I'm excited for senior year-- which will be, by all counts, amazing-- but it's frightening how quickly it's come. I gave a tour to some high school students today, who are considering going to my college. I don't think it was really that long ago that I was in their shoes, weighing the pros and cons of different colleges.

It wasn't that long ago, that's the thing. It really wasn't. A lot happens in four years.

Friday, 10 April 2009


It is with great relief that I announce Burt, Cleveland, and I will go our separate ways. I had an appointment a while ago with a doctor who recommended that I get a biopsy, which was scheduled for today. After a few days, though, I decided that I would just sooner have this all dealt with and move on.

I called the office and asked if it was reasonable to just get the lumps removed instead. "Oh, sure!" chirped Dr. West's assistant, Gina. "No, that shouldn't be a big deal at all... let me just talk to Dr. West and get some paperwork filled out, and we'll call you back in a couple of days!"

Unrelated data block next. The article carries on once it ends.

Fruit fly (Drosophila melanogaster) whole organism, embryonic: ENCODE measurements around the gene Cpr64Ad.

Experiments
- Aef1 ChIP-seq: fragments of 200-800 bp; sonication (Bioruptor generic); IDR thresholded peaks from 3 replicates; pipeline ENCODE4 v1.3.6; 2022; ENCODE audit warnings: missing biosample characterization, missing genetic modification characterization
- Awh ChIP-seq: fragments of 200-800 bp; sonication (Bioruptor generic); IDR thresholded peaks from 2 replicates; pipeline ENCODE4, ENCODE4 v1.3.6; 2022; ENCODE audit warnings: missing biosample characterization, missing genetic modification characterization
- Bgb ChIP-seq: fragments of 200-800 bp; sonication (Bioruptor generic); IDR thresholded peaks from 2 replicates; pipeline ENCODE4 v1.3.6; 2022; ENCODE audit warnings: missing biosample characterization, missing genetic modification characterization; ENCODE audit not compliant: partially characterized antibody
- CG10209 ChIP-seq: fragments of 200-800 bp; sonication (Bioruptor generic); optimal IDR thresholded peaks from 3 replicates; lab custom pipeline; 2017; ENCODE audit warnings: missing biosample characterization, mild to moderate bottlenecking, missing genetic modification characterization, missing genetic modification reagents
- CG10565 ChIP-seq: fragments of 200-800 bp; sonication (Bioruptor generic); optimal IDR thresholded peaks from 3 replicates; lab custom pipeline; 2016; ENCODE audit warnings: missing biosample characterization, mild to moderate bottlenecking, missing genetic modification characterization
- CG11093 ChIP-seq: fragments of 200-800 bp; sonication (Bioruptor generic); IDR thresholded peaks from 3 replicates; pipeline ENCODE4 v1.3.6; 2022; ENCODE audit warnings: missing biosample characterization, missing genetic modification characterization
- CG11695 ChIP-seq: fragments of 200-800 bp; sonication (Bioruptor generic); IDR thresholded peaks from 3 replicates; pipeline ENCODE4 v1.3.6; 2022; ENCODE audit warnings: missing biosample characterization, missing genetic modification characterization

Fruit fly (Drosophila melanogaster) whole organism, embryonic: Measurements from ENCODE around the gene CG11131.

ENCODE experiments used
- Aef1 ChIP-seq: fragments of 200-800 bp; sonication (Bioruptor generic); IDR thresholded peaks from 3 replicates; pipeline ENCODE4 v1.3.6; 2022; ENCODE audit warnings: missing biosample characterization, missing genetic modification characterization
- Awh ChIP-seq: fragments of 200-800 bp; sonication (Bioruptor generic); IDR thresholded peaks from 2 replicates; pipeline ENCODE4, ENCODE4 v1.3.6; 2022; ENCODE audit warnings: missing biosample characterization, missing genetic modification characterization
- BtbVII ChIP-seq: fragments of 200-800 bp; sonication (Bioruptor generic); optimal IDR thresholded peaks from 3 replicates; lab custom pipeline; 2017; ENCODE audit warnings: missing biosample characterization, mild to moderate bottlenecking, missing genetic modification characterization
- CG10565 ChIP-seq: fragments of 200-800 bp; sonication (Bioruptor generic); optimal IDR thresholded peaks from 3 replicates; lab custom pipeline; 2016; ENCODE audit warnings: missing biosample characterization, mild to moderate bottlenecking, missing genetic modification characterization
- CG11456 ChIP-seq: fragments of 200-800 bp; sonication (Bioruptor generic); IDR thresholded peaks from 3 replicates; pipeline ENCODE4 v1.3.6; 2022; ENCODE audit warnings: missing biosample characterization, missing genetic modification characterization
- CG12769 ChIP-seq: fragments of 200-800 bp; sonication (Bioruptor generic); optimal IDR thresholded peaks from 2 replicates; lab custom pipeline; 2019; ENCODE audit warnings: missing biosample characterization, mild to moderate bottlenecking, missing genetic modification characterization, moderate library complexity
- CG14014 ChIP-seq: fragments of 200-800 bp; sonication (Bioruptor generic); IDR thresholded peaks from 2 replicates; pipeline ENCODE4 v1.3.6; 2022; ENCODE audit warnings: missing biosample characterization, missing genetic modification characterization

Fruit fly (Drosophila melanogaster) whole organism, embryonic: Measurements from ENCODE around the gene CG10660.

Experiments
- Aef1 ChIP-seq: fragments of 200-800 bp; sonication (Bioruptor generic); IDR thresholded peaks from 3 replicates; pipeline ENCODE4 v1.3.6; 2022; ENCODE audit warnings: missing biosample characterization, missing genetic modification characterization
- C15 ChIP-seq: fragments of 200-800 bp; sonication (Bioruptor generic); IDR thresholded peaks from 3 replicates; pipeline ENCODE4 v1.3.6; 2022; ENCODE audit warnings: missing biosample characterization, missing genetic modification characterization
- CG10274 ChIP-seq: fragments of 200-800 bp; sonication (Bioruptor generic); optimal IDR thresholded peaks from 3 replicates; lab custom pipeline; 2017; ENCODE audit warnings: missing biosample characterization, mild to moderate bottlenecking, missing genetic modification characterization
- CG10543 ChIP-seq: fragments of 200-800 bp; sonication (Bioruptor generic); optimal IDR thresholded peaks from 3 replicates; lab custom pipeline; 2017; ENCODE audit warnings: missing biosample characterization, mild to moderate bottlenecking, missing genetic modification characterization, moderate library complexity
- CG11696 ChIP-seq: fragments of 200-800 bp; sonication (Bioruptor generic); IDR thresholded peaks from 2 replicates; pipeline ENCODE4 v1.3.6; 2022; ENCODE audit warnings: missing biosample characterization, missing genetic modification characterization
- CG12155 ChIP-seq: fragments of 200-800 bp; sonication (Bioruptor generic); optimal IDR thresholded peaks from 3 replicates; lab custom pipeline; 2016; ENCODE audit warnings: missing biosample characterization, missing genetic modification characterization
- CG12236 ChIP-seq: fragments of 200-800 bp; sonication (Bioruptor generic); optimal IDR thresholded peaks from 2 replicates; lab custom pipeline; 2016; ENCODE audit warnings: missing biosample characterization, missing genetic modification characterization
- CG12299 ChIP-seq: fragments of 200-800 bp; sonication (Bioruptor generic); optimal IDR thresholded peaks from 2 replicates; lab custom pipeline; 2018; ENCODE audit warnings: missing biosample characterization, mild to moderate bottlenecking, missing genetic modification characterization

On Thursday (yesterday), Becky called from "surgical scheduling." She scheduled me for a pre-op appointment on Tuesday and surgery itself next Monday.

And then? Then? THEN the lumps will be gone and I will be free to focus on other things.

Which is exactly how I would like it.

Tuesday, 7 April 2009


My school, like most others, is ridden with stereotypes. We're all, in case you were wondering, rich-lesbian-feminist-daddy's girl-sluts. Obviously this is not true, for the most part. We are not all rich. We are not all lesbians. We are not all daddy's girls, and we are most certainly not all sluts.

I think it is true that we are all feminists.